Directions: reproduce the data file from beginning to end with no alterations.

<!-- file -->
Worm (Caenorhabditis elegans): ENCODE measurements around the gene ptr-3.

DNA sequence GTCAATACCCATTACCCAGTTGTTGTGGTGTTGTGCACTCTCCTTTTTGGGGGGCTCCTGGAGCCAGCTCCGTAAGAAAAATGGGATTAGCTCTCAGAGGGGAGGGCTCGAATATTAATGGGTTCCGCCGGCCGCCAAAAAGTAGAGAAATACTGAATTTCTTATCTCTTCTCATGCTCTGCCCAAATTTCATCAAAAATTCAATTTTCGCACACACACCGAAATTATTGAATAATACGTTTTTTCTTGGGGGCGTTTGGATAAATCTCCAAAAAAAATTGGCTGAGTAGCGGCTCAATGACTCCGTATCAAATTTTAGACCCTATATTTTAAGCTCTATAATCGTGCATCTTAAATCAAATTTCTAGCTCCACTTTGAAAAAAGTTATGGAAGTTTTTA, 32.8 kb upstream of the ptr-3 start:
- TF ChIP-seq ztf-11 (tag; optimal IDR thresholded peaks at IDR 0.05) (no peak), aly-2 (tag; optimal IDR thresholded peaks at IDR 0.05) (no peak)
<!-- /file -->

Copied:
Worm (Caenorhabditis elegans): ENCODE measurements around the gene ptr-3.

DNA sequence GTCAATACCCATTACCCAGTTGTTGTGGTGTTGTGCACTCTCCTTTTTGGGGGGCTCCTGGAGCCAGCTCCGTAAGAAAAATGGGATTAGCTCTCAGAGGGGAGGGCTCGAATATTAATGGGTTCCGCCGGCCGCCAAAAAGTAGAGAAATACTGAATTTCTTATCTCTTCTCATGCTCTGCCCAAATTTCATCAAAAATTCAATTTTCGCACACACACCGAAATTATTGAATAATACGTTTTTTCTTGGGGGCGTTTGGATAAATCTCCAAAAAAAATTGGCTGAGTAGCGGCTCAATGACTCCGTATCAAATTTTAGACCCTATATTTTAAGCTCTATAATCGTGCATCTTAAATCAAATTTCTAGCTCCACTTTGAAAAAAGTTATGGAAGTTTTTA, 32.8 kb upstream of the ptr-3 start:
- TF ChIP-seq ztf-11 (tag; optimal IDR thresholded peaks at IDR 0.05) (no peak), aly-2 (tag; optimal IDR thresholded peaks at IDR 0.05) (no peak)